post #631 of 792

With regard to clothing: In order to move into the type of job that pays enough for self-sufficiency, one must project a certain image. Thrift store stuff is fine, but it really must fit, be in good repair, and be contemporary (though not necessarily cutting-edge trendy). Hair matters too.

 

I have been fortunate enough to find a few things at a local women's organization donation place, but a lot of it has been obviously dated and/or in poor repair. Where I live, self-sufficiency begins in the 40-50000/year range for a single parent with a couple of kids, and I'm not going to land a job making that if I'm wearing ill-fitting clothing that isn't in excellent shape and I haven't got a decent pair of shoes and a tidy hair cut.
 

post #632 of 792
Quote:
Originally Posted by glassesgirlnj View Post

Pek, "temporary" means "having a defined end point", doesn't it? I think my answer defined four different end points. Is there something else I can do to help clarify?
I was discussing this thread with my spouse, who made an interesting point - most public assistance / social welfare programs were created not to help the poor, but to protect the rich from getting carted off in tumbrels. What would our society look like if we *didn't* have these programs? (Sure, you could live in a gated community with all the weapons you could stockpile - and then you could hire Tyler Durden as your security guard, I guess...)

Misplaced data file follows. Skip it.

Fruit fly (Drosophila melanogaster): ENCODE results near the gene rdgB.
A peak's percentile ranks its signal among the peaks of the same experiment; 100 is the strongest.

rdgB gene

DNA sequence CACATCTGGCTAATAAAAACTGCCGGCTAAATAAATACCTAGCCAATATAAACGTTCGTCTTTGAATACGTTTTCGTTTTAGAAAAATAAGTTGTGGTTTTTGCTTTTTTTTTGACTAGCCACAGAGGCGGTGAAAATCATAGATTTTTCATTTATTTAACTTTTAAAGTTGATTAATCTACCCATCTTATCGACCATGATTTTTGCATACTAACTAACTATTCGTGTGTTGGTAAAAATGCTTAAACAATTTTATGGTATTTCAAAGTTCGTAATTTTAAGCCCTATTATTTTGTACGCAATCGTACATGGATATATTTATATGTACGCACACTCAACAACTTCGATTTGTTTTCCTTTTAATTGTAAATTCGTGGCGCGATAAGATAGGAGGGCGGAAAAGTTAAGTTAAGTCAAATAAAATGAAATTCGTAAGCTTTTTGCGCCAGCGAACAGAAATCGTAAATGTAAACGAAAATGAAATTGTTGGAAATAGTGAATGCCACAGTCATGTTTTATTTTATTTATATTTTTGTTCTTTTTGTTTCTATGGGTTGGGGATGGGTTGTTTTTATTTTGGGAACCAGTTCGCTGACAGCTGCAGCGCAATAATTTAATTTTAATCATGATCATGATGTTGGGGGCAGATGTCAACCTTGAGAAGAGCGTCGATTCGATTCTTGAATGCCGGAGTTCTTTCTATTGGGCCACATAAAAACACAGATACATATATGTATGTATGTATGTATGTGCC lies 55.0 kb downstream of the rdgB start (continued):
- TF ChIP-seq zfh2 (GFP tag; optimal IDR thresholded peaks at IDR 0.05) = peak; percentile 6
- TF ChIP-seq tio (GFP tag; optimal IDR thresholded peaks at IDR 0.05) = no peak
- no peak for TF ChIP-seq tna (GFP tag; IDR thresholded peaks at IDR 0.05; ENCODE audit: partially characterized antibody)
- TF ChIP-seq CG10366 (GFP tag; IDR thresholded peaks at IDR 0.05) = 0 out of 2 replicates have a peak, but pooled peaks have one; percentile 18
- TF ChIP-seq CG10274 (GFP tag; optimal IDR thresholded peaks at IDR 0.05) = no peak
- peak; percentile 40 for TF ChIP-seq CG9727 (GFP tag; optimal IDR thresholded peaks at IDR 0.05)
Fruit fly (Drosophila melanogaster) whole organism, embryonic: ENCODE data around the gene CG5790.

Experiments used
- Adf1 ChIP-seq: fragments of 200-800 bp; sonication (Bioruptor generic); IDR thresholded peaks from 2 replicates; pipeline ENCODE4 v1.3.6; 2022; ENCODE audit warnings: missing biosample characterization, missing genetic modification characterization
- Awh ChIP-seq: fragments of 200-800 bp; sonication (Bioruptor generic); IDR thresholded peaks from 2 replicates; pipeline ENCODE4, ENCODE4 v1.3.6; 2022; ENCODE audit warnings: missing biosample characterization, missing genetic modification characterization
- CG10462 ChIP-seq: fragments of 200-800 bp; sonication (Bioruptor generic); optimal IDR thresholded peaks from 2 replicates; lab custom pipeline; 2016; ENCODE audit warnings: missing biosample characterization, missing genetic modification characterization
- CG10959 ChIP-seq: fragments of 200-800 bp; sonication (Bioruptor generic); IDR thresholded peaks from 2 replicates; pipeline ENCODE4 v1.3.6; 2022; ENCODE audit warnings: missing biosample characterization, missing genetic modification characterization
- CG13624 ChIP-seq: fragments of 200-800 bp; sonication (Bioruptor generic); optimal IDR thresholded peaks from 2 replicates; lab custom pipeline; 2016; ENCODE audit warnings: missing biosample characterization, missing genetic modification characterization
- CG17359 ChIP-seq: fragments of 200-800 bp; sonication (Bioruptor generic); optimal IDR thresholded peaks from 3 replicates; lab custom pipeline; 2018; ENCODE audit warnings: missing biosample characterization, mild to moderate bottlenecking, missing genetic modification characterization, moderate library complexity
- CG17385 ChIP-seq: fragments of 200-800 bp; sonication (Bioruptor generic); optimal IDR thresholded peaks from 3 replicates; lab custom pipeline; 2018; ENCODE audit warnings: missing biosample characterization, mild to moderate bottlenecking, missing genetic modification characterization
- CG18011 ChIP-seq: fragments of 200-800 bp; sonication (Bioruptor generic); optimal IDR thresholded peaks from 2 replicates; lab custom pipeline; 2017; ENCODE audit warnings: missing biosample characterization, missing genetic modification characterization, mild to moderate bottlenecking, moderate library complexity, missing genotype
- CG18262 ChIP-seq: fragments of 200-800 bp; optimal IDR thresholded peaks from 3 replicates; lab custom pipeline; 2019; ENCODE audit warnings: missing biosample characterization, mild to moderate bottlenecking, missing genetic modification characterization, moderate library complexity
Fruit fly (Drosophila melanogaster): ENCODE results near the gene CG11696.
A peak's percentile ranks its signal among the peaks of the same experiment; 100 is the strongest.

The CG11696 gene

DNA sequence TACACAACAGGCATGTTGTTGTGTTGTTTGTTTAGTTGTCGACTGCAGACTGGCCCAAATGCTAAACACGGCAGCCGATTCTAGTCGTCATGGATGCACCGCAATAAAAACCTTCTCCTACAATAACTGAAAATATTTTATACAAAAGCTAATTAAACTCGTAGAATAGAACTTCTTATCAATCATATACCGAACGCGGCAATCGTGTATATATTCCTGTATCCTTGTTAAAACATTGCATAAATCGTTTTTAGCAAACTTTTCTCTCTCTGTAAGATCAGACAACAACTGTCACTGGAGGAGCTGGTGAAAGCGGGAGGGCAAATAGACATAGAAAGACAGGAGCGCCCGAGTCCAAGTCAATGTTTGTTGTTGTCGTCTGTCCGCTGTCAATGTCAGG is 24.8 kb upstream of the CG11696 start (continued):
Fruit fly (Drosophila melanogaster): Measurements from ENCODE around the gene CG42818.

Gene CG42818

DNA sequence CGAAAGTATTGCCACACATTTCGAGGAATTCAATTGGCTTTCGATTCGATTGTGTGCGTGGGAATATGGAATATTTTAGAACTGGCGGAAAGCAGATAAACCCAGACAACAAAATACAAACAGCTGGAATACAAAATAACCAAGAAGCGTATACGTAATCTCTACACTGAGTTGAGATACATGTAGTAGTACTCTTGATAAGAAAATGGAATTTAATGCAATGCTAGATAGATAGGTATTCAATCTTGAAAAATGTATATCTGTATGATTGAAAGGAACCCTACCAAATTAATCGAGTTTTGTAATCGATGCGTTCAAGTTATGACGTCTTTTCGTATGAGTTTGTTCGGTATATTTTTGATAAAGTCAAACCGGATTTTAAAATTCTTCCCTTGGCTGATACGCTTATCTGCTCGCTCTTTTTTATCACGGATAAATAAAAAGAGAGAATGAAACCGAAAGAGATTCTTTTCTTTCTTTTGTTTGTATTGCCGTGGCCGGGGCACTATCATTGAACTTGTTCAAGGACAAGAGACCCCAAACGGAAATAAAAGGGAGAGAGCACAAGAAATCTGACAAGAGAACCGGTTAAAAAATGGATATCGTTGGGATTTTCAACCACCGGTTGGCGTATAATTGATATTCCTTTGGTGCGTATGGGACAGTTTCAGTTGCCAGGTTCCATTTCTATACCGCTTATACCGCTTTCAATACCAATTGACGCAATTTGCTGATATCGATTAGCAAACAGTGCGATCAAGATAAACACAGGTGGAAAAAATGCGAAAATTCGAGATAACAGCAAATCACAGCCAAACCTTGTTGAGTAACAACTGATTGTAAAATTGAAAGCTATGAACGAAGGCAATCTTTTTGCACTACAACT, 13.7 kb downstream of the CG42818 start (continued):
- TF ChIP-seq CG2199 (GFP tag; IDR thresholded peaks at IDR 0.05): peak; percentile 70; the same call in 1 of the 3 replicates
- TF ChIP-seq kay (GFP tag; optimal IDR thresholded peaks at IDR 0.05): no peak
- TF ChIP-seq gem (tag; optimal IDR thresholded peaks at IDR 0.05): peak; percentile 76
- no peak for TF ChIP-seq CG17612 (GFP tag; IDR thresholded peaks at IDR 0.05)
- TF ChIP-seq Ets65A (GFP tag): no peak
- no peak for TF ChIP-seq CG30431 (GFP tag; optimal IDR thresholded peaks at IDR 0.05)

Just something for people who want to place more limits on government assistance to think about.

I am certainly not suggesting gated communities. That would not solve any of the problems mentioned throughout the thread.

I *am* asking clarifying questions to see if we are more in sync than the words and emotions imply.

I want to know if your definition of temporary assistance includes the child's whole lifetime, or if you hadn't thought about that.

There is no judgment or implying a right answer in my motives. I am gathering information that I hope can lead to a more respectful discussion.
post #633 of 792
Ha, I keep getting sucked back into this thread.
Quote:
Originally Posted by pek64 View Post

That would mean 'temporary' could be 18 or more years. That's how long a child is a minor.

If it goes beyond 10 years, is that temporary, or a lifestyle choice?

I think it's probably neither. Most people don't freely choose to live in poverty their whole life. It's not like they have a set of wonderful choices available to them. They are choosing between welfare and homelessness, starvation, sickness, and death. What kind of choice is that?

And I guess I don't really feel that welfare needs to be temporary, though in most cases it does end up being short-term.

I'd define temporary as: as long as it takes a family to get back on their feet. For some that is a few months or a year or two while they're between jobs or dealing with medical/mental/family issues. For others it will be 3, 5, maybe even 10+ years while their children are young. And yes, maybe even 18+ years. Some might need 5-10 years while they go back to school and find a better-paying job. Some might need 20+ years of help before they are capable of rebuilding their lives. Even then though, they'd still have a good 30 years of being in the workforce. Temporary by definition means "not permanent." (You could have a "temp" job that lasts years & years, or a "temporary" foster child placement that lasts 'til the child is 18.) It doesn't necessarily mean "short-term," just "not permanent." So as long as someone eventually gets off welfare, I'd say it's temporary. And I trust people to know what they need and do their best to get it.